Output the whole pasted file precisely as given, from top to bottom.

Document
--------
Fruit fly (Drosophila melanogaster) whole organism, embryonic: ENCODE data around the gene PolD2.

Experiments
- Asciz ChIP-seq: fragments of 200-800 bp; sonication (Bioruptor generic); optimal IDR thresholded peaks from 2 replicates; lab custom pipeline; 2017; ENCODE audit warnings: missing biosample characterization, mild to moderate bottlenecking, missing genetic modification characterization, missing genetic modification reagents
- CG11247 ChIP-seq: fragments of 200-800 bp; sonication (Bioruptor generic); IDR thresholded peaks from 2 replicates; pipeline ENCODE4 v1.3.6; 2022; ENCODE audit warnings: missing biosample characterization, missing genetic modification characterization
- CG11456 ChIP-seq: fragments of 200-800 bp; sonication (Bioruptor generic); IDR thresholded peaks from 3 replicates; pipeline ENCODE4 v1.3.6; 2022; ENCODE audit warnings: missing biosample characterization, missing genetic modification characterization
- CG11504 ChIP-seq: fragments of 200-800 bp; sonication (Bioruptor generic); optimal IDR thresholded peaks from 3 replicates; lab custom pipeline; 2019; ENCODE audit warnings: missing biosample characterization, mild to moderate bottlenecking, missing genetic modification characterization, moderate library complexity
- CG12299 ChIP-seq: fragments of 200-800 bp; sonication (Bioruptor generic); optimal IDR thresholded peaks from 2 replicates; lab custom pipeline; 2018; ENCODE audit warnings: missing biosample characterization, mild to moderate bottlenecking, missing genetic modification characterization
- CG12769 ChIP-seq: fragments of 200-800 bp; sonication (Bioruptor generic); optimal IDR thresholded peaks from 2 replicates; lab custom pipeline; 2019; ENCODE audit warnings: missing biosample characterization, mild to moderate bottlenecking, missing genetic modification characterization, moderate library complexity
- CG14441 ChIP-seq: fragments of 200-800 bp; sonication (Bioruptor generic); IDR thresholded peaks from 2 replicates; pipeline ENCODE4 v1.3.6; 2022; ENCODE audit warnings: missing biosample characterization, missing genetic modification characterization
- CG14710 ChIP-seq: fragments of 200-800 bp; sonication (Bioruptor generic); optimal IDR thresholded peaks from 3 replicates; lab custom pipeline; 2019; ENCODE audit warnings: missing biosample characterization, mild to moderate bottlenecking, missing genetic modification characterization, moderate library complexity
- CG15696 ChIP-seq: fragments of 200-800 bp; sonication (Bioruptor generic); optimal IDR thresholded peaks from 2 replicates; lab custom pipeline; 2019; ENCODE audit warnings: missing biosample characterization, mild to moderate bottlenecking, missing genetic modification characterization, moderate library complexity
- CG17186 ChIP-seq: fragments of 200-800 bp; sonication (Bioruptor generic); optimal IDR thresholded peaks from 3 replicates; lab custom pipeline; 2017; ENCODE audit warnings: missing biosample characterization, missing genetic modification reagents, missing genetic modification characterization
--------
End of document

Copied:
Fruit fly (Drosophila melanogaster) whole organism, embryonic: ENCODE data around the gene PolD2.

Experiments
- Asciz ChIP-seq: fragments of 200-800 bp; sonication (Bioruptor generic); optimal IDR thresholded peaks from 2 replicates; lab custom pipeline; 2017; ENCODE audit warnings: missing biosample characterization, mild to moderate bottlenecking, missing genetic modification characterization, missing genetic modification reagents
- CG11247 ChIP-seq: fragments of 200-800 bp; sonication (Bioruptor generic); IDR thresholded peaks from 2 replicates; pipeline ENCODE4 v1.3.6; 2022; ENCODE audit warnings: missing biosample characterization, missing genetic modification characterization
- CG11456 ChIP-seq: fragments of 200-800 bp; sonication (Bioruptor generic); IDR thresholded peaks from 3 replicates; pipeline ENCODE4 v1.3.6; 2022; ENCODE audit warnings: missing biosample characterization, missing genetic modification characterization
- CG11504 ChIP-seq: fragments of 200-800 bp; sonication (Bioruptor generic); optimal IDR thresholded peaks from 3 replicates; lab custom pipeline; 2019; ENCODE audit warnings: missing biosample characterization, mild to moderate bottlenecking, missing genetic modification characterization, moderate library complexity
- CG12299 ChIP-seq: fragments of 200-800 bp; sonication (Bioruptor generic); optimal IDR thresholded peaks from 2 replicates; lab custom pipeline; 2018; ENCODE audit warnings: missing biosample characterization, mild to moderate bottlenecking, missing genetic modification characterization
- CG12769 ChIP-seq: fragments of 200-800 bp; sonication (Bioruptor generic); optimal IDR thresholded peaks from 2 replicates; lab custom pipeline; 2019; ENCODE audit warnings: missing biosample characterization, mild to moderate bottlenecking, missing genetic modification characterization, moderate library complexity
- CG14441 ChIP-seq: fragments of 200-800 bp; sonication (Bioruptor generic); IDR thresholded peaks from 2 replicates; pipeline ENCODE4 v1.3.6; 2022; ENCODE audit warnings: missing biosample characterization, missing genetic modification characterization
- CG14710 ChIP-seq: fragments of 200-800 bp; sonication (Bioruptor generic); optimal IDR thresholded peaks from 3 replicates; lab custom pipeline; 2019; ENCODE audit warnings: missing biosample characterization, mild to moderate bottlenecking, missing genetic modification characterization, moderate library complexity
- CG15696 ChIP-seq: fragments of 200-800 bp; sonication (Bioruptor generic); optimal IDR thresholded peaks from 2 replicates; lab custom pipeline; 2019; ENCODE audit warnings: missing biosample characterization, mild to moderate bottlenecking, missing genetic modification characterization, moderate library complexity
- CG17186 ChIP-seq: fragments of 200-800 bp; sonication (Bioruptor generic); optimal IDR thresholded peaks from 3 replicates; lab custom pipeline; 2017; ENCODE audit warnings: missing biosample characterization, missing genetic modification reagents, missing genetic modification characterization